CLARKSVILLE, Tenn. – Have you ever heard of atrazine? It’s a popular, but potent, weed-killer, and chances are, there are traces of this chemical contaminant in your body. In the late 1990s, the agri-chemical giant Syngenta hired Dr. Tyrone Hayes, professor of integrative biology at the University of California at Berkley, to make sure atrazine was safe for the public.
“My laboratory showed that the herbicide atrazine (the number one selling product for Syngenta) is a potent endocrine disruptor that chemically castrates and feminizes exposed male amphibians at low ecologically relevant concentrations,” Hayes wrote on his website, www.atrazinelovers.com. “The company and their consultants at Ecorisk Inc. were not enthusiastic about my findings.”
Hayes discussed atrazine and its relation to tumors and breast cancer in humans during a 2010 Technology, Entertainment and Design (TED) conference. At 11:15 a.m. on April 7, Hayes will visit the Austin Peay State University Sundquist Science Complex, room E-106A, to discuss both his research and his background for the APSU Access and Diversity Grant Speaker Series. The event, which is free and open to the public, is also part of the APSU Center of Excellence for Field Biology’s Honors Seminar Program.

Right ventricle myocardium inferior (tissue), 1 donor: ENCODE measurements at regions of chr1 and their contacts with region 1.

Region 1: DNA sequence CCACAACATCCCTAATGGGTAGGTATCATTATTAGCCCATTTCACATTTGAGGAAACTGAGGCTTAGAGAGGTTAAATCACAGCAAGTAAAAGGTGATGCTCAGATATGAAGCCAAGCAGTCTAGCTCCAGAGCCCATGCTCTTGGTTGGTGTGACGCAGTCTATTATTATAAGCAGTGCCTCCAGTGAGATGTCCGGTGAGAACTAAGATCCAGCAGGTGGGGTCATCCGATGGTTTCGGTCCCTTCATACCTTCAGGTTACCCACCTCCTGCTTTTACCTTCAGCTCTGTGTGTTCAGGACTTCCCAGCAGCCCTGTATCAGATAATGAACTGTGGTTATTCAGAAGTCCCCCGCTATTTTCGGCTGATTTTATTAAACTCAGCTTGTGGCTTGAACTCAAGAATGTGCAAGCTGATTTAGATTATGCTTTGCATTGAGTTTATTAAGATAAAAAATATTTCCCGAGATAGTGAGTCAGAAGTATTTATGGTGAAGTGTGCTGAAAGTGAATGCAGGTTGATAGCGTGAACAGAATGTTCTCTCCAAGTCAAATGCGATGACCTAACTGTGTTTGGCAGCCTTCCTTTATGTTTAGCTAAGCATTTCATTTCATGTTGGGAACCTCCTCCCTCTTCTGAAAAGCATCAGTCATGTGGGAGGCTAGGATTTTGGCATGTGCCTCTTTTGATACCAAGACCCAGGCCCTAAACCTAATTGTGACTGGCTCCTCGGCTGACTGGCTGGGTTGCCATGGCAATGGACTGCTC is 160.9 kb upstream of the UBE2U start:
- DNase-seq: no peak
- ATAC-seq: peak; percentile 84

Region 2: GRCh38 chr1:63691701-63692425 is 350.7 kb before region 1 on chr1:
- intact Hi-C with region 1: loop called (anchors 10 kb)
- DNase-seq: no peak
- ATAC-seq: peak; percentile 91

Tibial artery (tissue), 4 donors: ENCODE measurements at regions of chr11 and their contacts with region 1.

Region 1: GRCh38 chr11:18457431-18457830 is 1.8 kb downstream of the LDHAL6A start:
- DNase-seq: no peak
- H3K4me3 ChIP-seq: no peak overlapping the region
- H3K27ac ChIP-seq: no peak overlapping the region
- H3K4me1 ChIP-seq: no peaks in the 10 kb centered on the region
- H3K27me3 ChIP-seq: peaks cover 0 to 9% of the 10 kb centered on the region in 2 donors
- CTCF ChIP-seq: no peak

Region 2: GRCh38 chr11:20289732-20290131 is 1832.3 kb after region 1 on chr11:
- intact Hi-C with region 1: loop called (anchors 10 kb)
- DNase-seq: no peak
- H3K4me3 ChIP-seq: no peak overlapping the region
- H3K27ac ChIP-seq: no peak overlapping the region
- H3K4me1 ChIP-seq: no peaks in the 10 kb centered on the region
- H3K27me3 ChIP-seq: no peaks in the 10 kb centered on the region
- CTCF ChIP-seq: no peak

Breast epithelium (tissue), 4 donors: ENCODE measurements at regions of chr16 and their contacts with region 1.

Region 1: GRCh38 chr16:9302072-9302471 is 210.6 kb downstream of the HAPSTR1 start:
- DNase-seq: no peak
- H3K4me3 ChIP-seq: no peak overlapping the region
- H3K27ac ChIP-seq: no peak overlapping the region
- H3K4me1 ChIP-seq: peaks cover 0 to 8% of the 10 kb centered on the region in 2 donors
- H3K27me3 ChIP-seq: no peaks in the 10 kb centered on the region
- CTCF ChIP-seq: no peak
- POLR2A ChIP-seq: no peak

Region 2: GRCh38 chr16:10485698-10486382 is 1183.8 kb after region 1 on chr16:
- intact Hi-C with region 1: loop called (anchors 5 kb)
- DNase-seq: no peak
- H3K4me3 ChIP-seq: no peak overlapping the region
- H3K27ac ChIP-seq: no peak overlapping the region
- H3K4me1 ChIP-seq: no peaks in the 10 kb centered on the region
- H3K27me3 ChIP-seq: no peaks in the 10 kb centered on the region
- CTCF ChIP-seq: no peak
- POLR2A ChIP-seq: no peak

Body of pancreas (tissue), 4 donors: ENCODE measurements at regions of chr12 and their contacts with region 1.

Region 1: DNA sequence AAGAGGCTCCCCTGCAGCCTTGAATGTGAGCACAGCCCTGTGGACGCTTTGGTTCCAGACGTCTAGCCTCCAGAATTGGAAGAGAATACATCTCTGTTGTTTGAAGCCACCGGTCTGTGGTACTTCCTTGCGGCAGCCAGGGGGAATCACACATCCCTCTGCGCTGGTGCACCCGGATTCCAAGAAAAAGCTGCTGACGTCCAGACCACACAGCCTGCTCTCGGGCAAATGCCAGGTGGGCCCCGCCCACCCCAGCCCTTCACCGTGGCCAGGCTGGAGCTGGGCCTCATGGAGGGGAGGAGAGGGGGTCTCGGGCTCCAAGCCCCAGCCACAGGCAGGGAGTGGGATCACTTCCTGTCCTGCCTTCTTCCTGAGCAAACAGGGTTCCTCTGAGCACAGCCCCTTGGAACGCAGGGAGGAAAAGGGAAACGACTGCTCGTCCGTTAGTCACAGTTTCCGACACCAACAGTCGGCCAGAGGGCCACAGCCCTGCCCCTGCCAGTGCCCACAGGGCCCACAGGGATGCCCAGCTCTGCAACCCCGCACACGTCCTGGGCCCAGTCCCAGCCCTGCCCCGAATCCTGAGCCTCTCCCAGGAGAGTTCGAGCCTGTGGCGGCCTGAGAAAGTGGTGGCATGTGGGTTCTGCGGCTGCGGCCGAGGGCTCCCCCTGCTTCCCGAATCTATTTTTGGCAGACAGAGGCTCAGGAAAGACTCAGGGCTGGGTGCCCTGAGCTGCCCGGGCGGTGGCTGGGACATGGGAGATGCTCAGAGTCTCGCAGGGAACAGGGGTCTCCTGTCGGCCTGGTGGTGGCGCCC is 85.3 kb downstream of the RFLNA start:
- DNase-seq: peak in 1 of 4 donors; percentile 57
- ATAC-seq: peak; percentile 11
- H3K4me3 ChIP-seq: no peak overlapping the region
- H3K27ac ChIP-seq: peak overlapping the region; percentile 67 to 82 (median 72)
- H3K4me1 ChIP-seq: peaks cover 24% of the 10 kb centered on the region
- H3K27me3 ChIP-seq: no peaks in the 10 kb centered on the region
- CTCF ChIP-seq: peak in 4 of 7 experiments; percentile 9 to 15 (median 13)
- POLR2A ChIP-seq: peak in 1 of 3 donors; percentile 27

“The purpose of the Access and Diversity Grant Speaker Series is to provide opportunities for students from underrepresented and underutilized populations to become informed about the options available to them post graduation, research being performed by underrepresented scholars and organizations helping to promote STEM education in underserved populations,” Dr. Christopher Gentry, director of the APSU Office of Undergraduate Research, said.
Hayes, a native of South Carolina, graduated summa cum laude from Harvard University, and, at the age of 35, he became one of the youngest full professors at Berkley. His primary research focus is on the role of environmental factors on growth and development in amphibians.
Hayes is the recipient of the President’s Citation Award from the American Institute of Biological Science, the National Geographic Emerging Explorer Award, the Jennifer Altman Award for Integrity in Science and the Distinguished Teaching Award and the Distinguished Mentor Award from UC Berkley.